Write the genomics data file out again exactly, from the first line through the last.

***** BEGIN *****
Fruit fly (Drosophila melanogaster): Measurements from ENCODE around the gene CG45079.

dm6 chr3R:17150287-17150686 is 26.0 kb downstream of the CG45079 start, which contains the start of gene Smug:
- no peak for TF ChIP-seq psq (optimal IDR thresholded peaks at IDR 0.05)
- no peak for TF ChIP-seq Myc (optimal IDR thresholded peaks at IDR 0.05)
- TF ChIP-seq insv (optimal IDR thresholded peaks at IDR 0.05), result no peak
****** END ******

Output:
Fruit fly (Drosophila melanogaster): Measurements from ENCODE around the gene CG45079.

dm6 chr3R:17150287-17150686 is 26.0 kb downstream of the CG45079 start, which contains the start of gene Smug:
- no peak for TF ChIP-seq psq (optimal IDR thresholded peaks at IDR 0.05)
- no peak for TF ChIP-seq Myc (optimal IDR thresholded peaks at IDR 0.05)
- TF ChIP-seq insv (optimal IDR thresholded peaks at IDR 0.05), result no peak